The rub is that in today’s oceans of content, it’s become harder to be heard. Journalists feel the squeeze too, as they are stretched to cover more beats, asked to create content for more channels and receive more pitches than they can respond to. Some editors even swoop in at the 11th hour and update articles with clickbait headlines to boost page views (yes, this has actually happened to our clients, and it’s maddening!).
This new normal is especially challenging for health tech companies. They’re in a highly regulated industry and compete for airtime with COVID-19, on top of navigating a “gold rush” environment where VCs deploy investment dollars faster than ever and health tech startups are often (unfairly) viewed as a dime a dozen.
So, what do we do to help them? Yes, we work hard to get them earned. But on top of that, we leverage the tools that work together with earned to help these brands break through (i.e., the “P,” “S,” and “O” in PESO).
Health tech needs earned. But not by itself.
Earned media has tremendous value in terms of establishing credibility and enhancing a company’s visibility, but recently our clients have seen great success with audience-first, omnichannel content strategies. That means putting as much thought into where they communicate as who they communicate with. This approach is especially valuable given the industry’s numerous stakeholders and their diverse interests (a PCP, for example, isn’t focused on the same issues as a specialist, and a consumer has clearly different priorities than a payer).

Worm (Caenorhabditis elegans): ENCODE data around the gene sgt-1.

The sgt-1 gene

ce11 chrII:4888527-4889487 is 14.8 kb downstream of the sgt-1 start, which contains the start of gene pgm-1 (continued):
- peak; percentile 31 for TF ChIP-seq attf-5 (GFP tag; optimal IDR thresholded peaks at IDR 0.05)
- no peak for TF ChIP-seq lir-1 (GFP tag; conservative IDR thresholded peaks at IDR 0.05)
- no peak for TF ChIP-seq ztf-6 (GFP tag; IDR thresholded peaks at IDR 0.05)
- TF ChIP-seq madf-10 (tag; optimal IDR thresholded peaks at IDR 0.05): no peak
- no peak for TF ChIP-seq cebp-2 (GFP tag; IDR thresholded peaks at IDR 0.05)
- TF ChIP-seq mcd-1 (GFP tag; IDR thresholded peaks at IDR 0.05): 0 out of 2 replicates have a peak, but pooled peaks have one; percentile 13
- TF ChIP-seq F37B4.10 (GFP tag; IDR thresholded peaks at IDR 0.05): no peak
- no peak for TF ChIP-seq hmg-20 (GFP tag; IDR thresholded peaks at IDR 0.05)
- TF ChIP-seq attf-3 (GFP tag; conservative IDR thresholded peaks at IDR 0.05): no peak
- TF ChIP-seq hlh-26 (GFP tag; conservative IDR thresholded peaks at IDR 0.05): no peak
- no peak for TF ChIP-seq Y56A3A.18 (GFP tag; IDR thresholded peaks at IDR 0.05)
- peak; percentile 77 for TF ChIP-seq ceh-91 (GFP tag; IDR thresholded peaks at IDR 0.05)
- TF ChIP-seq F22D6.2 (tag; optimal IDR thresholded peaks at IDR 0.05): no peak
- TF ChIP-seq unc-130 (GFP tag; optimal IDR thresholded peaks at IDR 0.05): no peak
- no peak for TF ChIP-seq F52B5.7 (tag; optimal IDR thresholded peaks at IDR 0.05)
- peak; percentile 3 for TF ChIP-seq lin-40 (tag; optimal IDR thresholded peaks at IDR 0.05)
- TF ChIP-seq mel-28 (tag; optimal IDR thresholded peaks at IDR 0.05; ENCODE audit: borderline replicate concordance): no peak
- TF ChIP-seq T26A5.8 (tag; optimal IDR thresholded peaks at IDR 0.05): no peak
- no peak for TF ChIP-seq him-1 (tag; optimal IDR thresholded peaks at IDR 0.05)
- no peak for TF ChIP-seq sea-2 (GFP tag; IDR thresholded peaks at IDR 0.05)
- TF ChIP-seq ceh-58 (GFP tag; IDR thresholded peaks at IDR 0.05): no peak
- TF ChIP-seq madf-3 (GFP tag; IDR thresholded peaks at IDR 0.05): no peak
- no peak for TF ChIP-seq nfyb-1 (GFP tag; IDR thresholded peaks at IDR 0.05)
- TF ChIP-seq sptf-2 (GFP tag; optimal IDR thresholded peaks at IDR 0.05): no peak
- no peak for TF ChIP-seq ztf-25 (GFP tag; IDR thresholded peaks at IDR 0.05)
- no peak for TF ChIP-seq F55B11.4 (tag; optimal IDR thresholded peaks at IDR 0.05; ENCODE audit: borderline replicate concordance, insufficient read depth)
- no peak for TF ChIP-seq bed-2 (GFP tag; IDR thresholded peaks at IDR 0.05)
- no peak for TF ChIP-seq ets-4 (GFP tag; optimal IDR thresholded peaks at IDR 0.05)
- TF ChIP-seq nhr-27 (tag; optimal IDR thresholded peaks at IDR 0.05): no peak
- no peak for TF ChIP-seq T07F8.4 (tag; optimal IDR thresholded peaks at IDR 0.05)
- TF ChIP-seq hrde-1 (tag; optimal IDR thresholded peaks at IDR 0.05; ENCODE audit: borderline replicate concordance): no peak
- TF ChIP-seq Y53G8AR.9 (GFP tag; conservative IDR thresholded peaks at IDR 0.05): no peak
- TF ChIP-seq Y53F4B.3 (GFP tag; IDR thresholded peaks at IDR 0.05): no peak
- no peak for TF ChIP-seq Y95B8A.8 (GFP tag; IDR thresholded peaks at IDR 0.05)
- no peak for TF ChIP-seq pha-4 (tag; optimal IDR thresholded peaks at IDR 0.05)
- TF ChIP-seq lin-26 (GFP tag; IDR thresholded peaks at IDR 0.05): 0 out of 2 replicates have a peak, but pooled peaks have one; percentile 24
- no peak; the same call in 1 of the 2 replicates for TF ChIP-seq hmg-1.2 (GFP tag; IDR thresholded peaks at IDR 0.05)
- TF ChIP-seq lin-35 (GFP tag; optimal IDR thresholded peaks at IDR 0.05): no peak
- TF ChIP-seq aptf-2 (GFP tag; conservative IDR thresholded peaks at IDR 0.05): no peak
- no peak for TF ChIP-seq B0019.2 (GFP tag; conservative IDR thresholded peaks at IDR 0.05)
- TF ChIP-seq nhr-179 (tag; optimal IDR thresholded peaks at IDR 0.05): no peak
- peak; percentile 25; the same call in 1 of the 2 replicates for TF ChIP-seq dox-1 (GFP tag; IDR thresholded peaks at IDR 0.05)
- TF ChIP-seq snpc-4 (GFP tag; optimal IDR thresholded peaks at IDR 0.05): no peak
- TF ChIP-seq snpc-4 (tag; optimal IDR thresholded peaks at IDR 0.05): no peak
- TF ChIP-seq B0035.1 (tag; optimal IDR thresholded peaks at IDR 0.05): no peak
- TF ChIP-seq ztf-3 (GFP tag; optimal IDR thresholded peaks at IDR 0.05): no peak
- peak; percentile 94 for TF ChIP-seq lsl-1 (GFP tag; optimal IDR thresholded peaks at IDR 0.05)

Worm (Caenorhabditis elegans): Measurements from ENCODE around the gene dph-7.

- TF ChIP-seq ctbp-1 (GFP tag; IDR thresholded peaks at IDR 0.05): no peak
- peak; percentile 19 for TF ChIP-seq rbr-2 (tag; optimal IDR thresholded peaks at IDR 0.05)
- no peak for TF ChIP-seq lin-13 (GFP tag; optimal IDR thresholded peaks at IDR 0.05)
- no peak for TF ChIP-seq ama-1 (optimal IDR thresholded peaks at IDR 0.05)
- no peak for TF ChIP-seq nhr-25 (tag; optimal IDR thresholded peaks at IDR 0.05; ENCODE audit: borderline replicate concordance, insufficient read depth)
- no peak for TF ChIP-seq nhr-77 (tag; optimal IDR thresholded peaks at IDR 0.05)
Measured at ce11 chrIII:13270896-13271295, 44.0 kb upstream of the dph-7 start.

Today key audiences — including HCPs — are just as likely to browse Twitter (or even TikTok) as read the The Wall Street Journal or health tech trades. In this digital age, social media has created infinite platforms for individuals and brands alike.
We hate to see health tech companies confine themselves to earned media because we never want our client to miss out on any storytelling opportunities. Depending on company goals, pulling the other levers in the PESO model can absolutely deliver additional bang for the buck.
So what’s the strategic mix of “P,” “E,” “S” and “O” that best serves these businesses?
The following three scenarios are the most common among our health tech clients, and we’re sharing our recommendations for each to help all the other promising companies in the space we haven’t (yet!) had the chance to partner with.
Emerging brands looking to build awareness
For brand new health tech brands, communication goals focus on building awareness and introducing the company to the market. In the early days, target customers, future investors and media reporters may not know a startup exists, let alone the value it provides. One of our past clients used first-of-its-kind automation to address an issue at a key point in the in vitro fertilization (IVF) journey —but when we started working with them, customers had no awareness of the problem, let alone this company and its solution.
Companies in this situation need to prioritize building a repository of high-quality owned content. A library of search engine optimization-friendly posts and resources raises awareness and validates a nascent brand and its solutions. When reporters search for a company they’re considering profiling, it’s critical the return results convince them to dig further. That’s the ultimate motivator for sharing their platform with a company’s spokespeople; in other words, this is how companies in this situation elevate their executives and become true thought leaders — not to mention demonstrate their value to VCs. One final note here; a smattering of paid plays and partnerships can enhance owned content and accelerate the path to securing earned.
Growing companies tasked with driving sales and boosting revenue